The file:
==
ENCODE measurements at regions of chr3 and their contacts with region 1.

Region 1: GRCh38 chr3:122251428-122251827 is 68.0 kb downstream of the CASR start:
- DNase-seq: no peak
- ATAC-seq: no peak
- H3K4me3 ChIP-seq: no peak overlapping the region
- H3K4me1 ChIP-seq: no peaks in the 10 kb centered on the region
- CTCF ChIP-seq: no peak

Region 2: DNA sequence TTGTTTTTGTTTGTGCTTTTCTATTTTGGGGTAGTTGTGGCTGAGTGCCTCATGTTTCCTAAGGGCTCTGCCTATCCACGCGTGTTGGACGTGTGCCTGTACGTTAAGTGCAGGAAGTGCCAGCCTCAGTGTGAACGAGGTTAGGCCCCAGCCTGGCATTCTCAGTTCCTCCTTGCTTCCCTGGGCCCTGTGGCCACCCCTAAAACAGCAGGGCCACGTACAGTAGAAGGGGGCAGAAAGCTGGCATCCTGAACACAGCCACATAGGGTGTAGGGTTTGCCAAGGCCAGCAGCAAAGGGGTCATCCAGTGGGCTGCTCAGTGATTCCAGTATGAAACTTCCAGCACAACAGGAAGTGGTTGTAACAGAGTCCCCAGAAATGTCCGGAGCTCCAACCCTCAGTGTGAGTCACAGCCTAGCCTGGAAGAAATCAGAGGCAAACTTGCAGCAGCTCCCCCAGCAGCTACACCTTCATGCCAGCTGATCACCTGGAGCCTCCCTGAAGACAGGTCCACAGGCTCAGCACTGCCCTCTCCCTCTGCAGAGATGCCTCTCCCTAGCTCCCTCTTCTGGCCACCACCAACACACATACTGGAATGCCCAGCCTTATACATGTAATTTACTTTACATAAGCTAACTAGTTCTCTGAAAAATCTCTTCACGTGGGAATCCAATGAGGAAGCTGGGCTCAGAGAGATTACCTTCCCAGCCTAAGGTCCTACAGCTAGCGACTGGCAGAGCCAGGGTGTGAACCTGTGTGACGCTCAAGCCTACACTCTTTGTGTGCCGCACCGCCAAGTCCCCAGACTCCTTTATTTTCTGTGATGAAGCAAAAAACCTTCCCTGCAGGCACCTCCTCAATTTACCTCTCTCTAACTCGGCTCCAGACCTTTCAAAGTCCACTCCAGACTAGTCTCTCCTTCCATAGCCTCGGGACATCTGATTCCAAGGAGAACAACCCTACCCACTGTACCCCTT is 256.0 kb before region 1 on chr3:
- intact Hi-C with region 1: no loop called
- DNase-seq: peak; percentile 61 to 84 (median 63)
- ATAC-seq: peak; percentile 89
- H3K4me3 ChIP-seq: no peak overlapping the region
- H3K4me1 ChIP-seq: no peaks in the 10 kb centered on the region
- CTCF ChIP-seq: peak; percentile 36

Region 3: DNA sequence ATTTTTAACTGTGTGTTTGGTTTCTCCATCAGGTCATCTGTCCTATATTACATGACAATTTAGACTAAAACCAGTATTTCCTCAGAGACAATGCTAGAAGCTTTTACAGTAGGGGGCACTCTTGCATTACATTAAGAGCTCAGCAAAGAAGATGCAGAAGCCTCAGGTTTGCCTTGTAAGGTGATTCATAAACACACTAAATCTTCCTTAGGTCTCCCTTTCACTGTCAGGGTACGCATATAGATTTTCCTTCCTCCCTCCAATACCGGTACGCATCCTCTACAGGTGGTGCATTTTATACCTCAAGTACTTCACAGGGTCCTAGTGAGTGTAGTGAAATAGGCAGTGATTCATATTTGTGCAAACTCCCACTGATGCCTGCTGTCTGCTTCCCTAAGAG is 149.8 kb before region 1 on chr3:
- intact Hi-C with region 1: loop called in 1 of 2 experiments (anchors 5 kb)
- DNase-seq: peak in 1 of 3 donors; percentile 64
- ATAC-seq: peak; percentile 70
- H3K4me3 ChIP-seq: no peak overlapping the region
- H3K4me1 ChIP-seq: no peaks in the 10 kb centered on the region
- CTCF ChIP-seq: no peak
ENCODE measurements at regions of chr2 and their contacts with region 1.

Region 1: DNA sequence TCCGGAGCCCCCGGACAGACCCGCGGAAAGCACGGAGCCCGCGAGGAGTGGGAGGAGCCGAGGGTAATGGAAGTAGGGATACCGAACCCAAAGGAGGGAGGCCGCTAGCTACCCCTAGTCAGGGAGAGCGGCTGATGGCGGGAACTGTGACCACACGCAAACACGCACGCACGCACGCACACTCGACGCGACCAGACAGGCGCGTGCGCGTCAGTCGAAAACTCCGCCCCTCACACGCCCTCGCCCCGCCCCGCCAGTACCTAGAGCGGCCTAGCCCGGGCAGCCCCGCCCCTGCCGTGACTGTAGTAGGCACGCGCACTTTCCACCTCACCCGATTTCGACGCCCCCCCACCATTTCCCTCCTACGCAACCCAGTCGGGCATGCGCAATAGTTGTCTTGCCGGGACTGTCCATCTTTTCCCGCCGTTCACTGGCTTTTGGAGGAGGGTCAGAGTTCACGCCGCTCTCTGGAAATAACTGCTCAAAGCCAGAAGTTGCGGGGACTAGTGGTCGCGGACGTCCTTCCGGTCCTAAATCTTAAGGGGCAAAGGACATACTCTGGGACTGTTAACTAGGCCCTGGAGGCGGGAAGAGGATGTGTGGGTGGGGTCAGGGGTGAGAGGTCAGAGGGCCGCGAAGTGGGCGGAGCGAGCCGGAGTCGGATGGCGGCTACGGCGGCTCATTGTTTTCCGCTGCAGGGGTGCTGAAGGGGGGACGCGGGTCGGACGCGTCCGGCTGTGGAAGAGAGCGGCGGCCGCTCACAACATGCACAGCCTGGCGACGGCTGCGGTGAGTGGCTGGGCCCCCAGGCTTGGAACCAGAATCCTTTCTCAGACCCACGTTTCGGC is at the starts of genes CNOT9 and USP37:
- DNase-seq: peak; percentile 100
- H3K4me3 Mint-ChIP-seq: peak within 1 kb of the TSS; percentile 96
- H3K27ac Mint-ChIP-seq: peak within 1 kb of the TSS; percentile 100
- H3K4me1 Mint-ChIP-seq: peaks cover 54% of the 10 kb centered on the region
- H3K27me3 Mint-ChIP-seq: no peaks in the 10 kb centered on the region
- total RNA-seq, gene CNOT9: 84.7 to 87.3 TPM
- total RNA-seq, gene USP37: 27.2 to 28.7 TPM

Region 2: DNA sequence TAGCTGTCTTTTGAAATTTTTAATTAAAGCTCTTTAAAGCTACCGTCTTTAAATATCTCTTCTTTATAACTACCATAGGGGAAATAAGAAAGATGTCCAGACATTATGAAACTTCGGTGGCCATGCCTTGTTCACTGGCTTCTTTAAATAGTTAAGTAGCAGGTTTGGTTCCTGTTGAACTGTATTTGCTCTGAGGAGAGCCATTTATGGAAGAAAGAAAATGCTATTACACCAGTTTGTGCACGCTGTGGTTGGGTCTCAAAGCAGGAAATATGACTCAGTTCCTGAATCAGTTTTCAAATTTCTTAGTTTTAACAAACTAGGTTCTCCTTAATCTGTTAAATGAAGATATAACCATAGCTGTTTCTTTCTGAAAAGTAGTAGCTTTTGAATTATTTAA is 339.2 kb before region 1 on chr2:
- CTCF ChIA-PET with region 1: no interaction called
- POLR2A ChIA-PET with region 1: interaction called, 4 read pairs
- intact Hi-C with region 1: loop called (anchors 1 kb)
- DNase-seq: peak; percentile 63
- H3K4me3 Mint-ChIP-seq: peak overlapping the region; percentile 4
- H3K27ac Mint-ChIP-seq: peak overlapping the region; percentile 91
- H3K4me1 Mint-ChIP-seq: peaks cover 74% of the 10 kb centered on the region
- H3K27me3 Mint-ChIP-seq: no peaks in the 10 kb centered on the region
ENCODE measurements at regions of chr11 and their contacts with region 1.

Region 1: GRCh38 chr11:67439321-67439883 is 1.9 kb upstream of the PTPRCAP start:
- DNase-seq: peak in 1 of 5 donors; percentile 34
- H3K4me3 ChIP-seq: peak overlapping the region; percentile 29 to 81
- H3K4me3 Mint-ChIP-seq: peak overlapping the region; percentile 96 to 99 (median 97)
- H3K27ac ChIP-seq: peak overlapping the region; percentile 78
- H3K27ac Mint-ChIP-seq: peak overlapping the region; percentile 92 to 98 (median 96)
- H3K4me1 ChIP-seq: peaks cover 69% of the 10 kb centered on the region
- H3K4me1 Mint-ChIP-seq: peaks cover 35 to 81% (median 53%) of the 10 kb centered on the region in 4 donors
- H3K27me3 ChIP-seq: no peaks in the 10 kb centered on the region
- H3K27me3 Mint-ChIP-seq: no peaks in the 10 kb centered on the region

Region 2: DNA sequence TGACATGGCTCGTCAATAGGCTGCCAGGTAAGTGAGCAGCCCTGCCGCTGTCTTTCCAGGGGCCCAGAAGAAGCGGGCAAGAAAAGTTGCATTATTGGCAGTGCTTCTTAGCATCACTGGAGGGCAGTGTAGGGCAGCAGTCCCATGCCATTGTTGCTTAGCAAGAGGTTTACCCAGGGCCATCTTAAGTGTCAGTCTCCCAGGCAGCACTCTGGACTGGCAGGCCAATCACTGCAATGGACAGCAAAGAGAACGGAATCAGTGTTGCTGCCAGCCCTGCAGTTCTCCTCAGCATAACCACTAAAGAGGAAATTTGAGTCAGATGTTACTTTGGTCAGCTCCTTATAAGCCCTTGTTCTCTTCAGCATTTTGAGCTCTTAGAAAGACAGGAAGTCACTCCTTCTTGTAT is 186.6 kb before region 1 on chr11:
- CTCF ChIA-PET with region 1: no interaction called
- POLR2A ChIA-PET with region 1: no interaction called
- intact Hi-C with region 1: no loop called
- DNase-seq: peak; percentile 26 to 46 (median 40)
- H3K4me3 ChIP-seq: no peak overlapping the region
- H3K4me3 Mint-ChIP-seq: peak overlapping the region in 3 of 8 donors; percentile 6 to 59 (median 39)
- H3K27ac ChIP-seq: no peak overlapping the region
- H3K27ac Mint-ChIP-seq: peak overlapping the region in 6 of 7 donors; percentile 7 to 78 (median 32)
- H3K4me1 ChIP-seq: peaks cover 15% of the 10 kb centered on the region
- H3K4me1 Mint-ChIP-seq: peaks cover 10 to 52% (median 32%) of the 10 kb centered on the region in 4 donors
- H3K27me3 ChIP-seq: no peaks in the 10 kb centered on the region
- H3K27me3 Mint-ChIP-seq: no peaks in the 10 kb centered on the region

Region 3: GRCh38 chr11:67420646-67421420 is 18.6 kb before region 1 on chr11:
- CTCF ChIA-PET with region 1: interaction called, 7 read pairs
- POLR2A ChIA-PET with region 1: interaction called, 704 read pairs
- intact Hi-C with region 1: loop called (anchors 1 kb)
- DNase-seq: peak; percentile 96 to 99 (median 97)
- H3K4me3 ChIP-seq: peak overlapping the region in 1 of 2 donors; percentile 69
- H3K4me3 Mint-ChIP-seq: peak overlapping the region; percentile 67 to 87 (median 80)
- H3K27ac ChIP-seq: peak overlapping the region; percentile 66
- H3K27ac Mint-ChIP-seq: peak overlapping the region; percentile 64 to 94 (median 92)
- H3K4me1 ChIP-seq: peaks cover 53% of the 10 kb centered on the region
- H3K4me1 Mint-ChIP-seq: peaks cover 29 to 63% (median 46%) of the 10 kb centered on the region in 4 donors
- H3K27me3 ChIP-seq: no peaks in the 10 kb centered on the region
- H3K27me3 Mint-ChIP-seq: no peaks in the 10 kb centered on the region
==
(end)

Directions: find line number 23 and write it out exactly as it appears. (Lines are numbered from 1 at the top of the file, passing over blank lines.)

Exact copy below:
Region 1: DNA sequence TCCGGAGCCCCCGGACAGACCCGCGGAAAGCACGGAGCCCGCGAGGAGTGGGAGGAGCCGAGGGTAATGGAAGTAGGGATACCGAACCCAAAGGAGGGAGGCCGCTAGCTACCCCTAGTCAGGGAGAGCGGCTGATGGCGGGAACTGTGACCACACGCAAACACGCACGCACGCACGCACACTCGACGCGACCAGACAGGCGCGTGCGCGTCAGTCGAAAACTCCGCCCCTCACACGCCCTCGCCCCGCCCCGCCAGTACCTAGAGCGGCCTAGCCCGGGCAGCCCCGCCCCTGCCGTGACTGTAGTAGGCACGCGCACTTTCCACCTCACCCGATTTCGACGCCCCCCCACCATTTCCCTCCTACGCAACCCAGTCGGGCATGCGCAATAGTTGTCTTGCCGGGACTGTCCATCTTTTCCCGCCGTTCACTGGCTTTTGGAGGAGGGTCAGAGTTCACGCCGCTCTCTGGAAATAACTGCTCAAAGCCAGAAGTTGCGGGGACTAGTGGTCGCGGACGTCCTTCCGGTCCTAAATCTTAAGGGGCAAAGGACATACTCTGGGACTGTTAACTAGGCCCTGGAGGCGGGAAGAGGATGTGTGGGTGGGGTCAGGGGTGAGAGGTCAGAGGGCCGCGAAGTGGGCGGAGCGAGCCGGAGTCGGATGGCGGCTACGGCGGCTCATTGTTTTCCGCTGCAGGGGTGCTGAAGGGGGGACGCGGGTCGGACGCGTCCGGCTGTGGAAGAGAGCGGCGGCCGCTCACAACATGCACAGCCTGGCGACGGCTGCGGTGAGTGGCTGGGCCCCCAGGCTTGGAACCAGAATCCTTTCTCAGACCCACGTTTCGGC is at the starts of genes CNOT9 and USP37: